There was a time when no one would have had a clue what the term 'buffering' meant. Many, the writer included, no doubt still don't. Apparently it has something to do with the video they are trying to watch still downloading. Which, it seems, somewhat spoils their enjoyment watching something like, for example, the All Blacks beating Ireland in the RWC quarter-final.
Enough people experienced buffering late on Saturday night/early Sunday morning to produce a flood of demands for refunds from Spark Sport, but they might console themselves with the thought that following the All Blacks when they play overseas is getting easier, despite the technical difficulties that have plagued Spark's coverage of the tournament in Japan.
Once upon a time pictures took a week to arrive in New Zealand, and people from one end of the country to the other huddled around their tiny television sets, where snow was more likely to be an issue than anything else, to watch a game that they knew the result of, but which captivated them nonetheless.
So it was in 1970, when the All Blacks toured South Africa in the vain hope of winning a series there for the first time. They didn't. Mind you, in those days the script was pretty much written before the players left home. The South Africans had an uncanny knack of winning games against all odds, as they would continue to do until the advent of neutral referees in 1996.
Technology in those days had got no further than radio, and even that demanded some dedication. In 1970 my father and I listened to every game on the car radio — for some reason we couldn't get it in the house — and that was not for the faint of heart. The car had to be backed out of the garage, and, in those pre-global warming days, it tended to be cold at 2am on a Sunday, so the windows would be up and the engine running so we could use the heater. And Dad smoked. Constantly.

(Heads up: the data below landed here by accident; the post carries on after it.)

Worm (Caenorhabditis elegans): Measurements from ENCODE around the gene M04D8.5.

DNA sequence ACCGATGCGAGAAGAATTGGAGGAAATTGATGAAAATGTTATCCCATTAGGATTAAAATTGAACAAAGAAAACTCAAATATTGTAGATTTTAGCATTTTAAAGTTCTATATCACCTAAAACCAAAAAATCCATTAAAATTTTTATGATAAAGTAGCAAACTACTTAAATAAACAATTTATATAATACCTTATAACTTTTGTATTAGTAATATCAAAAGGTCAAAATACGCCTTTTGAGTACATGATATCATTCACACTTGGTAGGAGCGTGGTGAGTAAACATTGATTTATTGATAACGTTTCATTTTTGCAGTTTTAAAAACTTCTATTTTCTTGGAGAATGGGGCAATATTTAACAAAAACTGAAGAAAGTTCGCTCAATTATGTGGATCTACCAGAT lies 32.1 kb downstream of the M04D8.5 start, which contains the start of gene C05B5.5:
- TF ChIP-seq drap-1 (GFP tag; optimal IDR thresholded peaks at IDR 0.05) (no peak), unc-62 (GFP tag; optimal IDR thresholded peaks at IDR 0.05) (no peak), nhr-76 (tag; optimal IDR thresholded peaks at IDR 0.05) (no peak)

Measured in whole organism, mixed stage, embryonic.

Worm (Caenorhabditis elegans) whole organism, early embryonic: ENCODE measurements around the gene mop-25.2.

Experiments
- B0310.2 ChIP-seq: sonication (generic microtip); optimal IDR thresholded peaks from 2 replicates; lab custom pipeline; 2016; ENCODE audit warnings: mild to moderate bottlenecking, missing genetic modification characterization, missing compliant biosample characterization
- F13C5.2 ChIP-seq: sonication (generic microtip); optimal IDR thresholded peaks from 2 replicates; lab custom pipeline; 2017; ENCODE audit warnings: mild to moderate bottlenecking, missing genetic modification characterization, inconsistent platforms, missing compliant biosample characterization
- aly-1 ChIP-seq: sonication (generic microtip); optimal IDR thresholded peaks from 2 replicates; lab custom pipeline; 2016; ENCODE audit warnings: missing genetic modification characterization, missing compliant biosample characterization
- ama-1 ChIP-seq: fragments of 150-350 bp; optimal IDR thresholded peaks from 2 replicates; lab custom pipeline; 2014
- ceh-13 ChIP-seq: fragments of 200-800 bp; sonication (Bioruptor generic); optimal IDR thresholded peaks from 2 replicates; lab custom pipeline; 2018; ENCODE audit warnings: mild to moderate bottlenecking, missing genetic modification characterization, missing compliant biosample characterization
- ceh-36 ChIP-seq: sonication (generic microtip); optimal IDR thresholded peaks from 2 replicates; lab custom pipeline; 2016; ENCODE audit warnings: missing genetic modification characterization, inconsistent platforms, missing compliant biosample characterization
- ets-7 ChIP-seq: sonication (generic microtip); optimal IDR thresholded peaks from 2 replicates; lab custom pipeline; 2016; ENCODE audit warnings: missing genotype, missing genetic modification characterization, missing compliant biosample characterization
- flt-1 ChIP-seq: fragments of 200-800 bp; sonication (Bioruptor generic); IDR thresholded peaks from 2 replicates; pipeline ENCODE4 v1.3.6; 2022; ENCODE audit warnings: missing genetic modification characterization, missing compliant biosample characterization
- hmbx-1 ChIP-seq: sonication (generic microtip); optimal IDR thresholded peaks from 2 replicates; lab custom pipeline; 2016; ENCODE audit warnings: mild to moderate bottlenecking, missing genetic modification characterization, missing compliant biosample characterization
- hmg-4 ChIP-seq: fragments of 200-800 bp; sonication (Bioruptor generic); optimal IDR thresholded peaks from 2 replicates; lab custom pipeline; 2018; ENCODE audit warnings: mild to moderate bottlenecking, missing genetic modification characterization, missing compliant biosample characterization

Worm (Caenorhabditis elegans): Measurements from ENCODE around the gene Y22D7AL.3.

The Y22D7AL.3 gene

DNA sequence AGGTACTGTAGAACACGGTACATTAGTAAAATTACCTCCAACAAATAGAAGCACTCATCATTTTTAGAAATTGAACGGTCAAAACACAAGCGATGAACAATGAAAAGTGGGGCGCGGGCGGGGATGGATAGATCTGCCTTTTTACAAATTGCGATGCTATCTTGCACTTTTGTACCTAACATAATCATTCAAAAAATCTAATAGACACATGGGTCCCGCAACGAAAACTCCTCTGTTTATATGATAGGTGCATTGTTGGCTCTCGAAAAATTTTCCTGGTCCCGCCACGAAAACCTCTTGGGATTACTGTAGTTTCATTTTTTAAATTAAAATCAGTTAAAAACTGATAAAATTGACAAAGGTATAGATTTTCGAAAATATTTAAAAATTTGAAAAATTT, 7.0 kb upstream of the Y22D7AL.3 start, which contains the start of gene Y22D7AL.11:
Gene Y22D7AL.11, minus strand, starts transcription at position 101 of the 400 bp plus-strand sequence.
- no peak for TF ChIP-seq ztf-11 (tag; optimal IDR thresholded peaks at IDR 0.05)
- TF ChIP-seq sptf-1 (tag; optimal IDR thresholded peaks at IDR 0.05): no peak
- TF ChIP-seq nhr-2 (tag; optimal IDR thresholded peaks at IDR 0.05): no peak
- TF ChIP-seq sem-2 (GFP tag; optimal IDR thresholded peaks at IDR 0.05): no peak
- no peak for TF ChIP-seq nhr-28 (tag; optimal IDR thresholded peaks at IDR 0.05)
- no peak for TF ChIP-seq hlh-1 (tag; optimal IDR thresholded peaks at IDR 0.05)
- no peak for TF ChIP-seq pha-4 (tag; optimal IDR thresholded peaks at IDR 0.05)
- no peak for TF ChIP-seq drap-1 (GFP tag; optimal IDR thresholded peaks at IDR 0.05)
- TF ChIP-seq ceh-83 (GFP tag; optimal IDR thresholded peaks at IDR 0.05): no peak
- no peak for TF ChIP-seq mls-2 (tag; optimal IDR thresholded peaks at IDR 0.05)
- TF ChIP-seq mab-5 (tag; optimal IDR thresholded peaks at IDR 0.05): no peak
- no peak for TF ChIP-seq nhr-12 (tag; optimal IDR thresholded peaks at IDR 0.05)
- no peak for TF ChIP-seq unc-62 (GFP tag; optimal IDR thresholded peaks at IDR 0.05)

When the All Blacks lost the air turned even bluer than it was courtesy of unfiltered Pall Mall cigarettes. The despair that followed an All Black defeat was even more all-consuming then than it is now. Even the mildest-mannered fan could be expected to lose all semblance of self-control.
One Sunday morning in 1970 Mum, my sister and I walked a few doors along Church Rd to visit Mum's aunt, Bertha Pearson, who lived with her daughter Ettie and son-in-law Angus (AB, Mac) MacDonald, who were deep into their retirement, having sold their dairy farm on Ruaroa Rd, just south of Kaitaia.